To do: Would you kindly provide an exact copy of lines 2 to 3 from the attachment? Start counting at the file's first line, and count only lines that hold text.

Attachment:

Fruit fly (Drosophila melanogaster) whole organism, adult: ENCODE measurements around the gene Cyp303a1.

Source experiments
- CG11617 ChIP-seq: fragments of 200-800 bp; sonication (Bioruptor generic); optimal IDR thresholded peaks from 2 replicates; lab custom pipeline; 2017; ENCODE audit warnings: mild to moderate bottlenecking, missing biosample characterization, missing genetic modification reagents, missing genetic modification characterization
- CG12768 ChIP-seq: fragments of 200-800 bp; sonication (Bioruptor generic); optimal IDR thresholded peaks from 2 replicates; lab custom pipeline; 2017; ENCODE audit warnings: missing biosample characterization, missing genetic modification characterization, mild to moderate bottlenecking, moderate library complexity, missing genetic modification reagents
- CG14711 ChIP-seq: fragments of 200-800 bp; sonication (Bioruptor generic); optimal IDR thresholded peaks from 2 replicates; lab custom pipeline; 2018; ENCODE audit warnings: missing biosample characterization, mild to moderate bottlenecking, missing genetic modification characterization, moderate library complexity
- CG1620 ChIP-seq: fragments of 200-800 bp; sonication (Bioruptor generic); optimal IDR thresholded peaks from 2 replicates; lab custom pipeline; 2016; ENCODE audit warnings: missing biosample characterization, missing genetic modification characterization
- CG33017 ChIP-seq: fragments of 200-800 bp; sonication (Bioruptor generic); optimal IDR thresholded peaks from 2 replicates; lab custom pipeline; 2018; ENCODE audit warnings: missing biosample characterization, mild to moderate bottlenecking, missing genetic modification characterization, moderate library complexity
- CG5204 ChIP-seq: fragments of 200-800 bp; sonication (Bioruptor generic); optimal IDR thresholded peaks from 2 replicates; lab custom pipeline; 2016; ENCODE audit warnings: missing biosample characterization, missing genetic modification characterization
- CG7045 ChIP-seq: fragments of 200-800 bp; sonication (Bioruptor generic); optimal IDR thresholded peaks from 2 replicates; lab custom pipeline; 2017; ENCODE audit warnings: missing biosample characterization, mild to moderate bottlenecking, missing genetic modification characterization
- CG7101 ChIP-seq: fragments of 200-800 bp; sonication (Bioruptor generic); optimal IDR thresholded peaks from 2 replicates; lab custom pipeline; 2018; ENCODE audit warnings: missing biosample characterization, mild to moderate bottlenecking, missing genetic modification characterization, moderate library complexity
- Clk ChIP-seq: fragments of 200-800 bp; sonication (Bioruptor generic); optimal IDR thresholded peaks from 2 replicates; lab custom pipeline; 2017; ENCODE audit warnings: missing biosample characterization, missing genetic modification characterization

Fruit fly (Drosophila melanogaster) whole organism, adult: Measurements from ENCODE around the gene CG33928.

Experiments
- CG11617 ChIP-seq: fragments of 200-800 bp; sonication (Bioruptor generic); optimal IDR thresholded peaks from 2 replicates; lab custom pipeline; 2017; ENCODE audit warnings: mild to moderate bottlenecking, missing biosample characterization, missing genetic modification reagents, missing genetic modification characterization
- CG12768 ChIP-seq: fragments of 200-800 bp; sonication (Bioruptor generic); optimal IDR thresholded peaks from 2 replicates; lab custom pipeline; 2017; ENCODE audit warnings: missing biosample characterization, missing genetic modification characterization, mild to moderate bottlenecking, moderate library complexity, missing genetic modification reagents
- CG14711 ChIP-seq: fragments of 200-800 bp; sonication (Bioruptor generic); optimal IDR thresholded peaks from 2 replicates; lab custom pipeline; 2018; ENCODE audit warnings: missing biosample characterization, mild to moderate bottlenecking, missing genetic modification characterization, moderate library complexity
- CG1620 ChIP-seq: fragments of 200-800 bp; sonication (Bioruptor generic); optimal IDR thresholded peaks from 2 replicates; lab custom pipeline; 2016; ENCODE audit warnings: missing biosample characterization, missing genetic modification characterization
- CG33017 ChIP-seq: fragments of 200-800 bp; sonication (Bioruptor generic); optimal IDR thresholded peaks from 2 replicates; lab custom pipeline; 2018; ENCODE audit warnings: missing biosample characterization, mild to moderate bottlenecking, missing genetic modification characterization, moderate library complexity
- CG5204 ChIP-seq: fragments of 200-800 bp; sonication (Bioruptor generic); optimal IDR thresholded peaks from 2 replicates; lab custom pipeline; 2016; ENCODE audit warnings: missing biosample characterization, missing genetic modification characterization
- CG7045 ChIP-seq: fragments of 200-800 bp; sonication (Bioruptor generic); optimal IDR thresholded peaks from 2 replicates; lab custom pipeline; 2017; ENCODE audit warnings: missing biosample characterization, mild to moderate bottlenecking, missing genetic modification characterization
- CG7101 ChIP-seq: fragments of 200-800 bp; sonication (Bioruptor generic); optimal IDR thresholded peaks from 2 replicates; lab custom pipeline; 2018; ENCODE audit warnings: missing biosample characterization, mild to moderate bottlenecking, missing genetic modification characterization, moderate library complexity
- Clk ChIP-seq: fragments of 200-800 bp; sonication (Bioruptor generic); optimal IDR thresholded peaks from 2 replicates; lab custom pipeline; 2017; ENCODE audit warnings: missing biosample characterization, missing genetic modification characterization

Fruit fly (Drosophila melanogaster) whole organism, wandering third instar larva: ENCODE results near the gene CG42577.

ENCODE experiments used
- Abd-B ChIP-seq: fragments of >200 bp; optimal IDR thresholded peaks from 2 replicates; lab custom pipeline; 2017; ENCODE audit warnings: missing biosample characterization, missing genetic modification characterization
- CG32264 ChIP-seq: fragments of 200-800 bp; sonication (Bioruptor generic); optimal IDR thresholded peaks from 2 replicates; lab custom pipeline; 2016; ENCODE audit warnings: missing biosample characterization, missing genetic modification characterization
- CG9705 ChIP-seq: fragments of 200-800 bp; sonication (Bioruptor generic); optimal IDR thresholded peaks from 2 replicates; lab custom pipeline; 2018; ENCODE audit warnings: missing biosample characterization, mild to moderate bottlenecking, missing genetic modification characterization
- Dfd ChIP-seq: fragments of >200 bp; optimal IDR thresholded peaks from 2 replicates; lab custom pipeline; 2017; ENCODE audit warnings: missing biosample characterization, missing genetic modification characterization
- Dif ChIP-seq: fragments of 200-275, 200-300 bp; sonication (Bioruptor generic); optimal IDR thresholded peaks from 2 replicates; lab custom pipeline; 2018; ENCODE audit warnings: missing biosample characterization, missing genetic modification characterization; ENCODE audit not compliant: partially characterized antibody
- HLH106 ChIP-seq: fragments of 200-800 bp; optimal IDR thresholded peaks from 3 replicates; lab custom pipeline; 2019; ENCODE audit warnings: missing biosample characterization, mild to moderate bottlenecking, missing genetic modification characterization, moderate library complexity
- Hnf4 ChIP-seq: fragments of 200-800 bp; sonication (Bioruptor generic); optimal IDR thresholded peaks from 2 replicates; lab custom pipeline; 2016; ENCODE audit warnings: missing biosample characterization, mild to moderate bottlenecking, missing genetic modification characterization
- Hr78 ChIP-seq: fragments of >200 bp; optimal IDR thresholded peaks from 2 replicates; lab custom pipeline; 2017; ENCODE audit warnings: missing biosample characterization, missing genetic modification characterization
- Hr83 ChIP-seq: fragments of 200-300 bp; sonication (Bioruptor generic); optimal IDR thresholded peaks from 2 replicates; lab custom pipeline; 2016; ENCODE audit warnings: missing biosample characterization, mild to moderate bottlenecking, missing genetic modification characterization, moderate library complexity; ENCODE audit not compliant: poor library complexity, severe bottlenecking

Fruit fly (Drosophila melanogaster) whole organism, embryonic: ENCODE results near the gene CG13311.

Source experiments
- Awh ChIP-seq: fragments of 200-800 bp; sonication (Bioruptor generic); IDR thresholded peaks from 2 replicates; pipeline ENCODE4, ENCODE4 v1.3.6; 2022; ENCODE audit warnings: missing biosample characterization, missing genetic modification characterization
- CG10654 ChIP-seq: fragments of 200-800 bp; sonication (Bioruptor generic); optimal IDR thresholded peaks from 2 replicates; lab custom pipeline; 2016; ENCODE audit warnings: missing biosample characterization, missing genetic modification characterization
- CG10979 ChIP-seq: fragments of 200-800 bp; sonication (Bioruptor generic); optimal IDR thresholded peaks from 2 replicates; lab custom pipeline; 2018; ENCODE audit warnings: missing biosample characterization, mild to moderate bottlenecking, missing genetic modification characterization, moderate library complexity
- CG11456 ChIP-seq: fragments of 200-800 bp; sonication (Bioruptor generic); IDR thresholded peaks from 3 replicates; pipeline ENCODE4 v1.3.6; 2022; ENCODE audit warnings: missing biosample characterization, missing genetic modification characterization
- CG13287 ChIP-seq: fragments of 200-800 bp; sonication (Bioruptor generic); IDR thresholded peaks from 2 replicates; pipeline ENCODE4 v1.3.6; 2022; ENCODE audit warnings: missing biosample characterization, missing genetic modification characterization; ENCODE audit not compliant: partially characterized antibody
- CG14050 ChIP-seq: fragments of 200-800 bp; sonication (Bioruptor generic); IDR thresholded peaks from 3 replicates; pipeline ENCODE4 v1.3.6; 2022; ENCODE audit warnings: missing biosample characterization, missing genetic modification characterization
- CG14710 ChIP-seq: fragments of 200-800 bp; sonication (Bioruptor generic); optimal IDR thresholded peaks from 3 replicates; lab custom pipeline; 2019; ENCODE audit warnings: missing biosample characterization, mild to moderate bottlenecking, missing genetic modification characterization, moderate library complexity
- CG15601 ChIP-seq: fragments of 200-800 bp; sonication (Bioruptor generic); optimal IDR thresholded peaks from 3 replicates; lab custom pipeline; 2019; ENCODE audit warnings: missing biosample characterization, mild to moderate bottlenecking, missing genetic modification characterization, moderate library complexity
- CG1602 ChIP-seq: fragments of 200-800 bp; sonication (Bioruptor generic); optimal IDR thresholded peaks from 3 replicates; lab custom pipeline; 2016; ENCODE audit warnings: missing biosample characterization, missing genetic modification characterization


Source experiments
- CG11617 ChIP-seq: fragments of 200-800 bp; sonication (Bioruptor generic); optimal IDR thresholded peaks from 2 replicates; lab custom pipeline; 2017; ENCODE audit warnings: mild to moderate bottlenecking, missing biosample characterization, missing genetic modification reagents, missing genetic modification characterization